Volume 427, Number 2, November IV 2004
|Page(s)||445 - 452|
|Published online||28 October 2004|
Multiwavelength study of the very long GRB 020410
IASF - CNR, via U. La Malfa 153, 90146 Palermo, Italy e-mail: email@example.com
2 SRON National Institute for Space Research, Sorbonnelaan 2, 3584 CA Utrecht, The Netherlands
3 Astronomical Institute, Utrecht University, PO Box 80000, 3508 TA Utrecht, The Netherlands
4 IASF - CNR, via P. Gobetti 101, 40129 Bologna, Italy
5 Ioffe Institute, 26 Polytekhnicheskaya, St. Petersburg 194021, Russian Federation
6 Instituto de Astrofísica de Andalucía (IAA-CSIC), PO Box 03004, 18080 Granada, Spain
7 Institute of Astronomy, University of Cambridge, Madingley Road, UK CB3 0HA Cambridge, UK
8 IASF - CNR, via Fosso del Cavaliere, 00131 Roma, Italy
9 Osservatorio Astr. di Trieste, via GB Tiepolo 11, 34131 Trieste, Italy
10 XMM-Newton Science Operations Centre, Villafranca del Castillo, PO Box 50727, 28080 Madrid, Spain
11 Mt. John University Observatory, Canterbury University, New Zealand
Accepted: 16 July 2004
GRB 020410 is by far the longest γ-ray burst (with a duration of about 1600 s) to have been followed up from the X-ray through the radio regime. Afterglow emission was detected in X-rays and at optical wavelengths whereas no emission was detected at 8 GHz brighter than 120 μJy. The decaying X-ray afterglow, back-extrapolated to 11 h after the burst, had a flux of 7.9 10-12 erg cm-2 s-1 (2–10 keV); the brightest detected so far. No direct redshift determination is available yet for this GRB, but according to the empirical relationship between the peak energy in the spectrum and the isotropic energy output, z is constrained in the range 0.9–1.5. The reconstructed optical afterglow light curve implies at least two breaks in the simple power law decay. This may be related to emergence of an SN, or refreshment of the external shock by a variation in the circumstellar medium. Considering the backward extrapolation of the 2–10 keV afterglow decay, the prompt lightcurve variability and its spectral evolution, we conclude that the long duration of this event is due to a prolonged activity of the “central engine”.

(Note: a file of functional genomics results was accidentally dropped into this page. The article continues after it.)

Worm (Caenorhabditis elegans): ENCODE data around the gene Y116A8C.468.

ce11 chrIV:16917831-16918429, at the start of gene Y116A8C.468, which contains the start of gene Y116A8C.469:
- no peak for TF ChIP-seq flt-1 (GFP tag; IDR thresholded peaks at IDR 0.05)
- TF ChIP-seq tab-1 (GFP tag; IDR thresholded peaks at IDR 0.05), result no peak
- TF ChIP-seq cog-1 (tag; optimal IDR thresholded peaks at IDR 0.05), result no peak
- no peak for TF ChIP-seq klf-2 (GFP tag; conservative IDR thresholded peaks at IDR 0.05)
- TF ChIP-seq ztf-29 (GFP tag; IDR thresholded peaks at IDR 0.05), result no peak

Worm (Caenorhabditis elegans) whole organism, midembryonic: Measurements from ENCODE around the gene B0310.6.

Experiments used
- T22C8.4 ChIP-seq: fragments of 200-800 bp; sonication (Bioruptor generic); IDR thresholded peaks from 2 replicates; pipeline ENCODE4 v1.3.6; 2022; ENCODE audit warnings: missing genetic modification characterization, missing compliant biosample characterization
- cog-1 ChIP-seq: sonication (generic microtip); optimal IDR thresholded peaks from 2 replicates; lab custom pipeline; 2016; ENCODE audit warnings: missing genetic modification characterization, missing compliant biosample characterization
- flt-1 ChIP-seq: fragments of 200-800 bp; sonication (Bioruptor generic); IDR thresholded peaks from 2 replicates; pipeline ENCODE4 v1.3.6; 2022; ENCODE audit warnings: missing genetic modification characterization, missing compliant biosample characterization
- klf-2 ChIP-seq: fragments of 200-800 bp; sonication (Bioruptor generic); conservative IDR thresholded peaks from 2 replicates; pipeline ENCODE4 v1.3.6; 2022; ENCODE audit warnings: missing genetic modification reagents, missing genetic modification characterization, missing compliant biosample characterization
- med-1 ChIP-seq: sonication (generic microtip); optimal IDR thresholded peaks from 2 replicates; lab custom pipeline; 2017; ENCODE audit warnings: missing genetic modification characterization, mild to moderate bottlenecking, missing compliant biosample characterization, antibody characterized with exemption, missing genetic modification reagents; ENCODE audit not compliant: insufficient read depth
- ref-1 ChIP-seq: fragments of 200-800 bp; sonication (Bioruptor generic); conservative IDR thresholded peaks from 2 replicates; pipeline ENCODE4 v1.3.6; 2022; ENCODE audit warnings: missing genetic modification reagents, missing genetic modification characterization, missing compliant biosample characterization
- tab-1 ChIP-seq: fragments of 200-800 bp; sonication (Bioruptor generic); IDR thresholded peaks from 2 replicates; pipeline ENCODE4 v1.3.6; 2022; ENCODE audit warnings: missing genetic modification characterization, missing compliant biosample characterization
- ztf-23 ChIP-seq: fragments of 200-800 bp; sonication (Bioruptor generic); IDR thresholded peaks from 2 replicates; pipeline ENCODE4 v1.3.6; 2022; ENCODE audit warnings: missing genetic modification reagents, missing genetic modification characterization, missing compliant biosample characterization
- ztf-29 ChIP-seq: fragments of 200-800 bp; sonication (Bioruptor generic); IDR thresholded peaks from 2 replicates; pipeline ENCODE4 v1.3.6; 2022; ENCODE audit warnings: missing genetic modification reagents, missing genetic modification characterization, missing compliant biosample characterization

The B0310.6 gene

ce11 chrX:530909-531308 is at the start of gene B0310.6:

Key words: gamma rays: bursts / X-rays: bursts
© ESO, 2004
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